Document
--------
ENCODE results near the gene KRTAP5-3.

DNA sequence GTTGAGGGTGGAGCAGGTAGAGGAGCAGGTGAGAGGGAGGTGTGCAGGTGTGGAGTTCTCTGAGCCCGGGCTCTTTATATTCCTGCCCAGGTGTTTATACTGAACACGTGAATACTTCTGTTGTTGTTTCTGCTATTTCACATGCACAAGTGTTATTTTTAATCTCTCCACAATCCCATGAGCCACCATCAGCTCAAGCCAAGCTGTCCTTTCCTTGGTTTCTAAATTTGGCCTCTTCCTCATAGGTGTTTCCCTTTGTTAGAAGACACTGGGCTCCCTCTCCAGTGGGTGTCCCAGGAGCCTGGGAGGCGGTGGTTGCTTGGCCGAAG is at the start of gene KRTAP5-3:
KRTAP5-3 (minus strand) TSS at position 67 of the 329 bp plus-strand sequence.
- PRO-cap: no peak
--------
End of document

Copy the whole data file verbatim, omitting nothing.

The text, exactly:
ENCODE results near the gene KRTAP5-3.

DNA sequence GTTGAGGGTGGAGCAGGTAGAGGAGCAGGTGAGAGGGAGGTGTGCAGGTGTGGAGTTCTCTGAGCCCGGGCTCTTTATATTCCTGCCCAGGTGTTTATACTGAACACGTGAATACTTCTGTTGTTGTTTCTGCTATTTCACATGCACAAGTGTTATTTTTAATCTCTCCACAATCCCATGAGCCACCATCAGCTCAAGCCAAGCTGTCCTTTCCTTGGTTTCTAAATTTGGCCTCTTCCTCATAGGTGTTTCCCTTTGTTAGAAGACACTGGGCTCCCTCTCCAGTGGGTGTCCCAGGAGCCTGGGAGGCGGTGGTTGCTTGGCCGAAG is at the start of gene KRTAP5-3:
KRTAP5-3 (minus strand) TSS at position 67 of the 329 bp plus-strand sequence.
- PRO-cap: no peak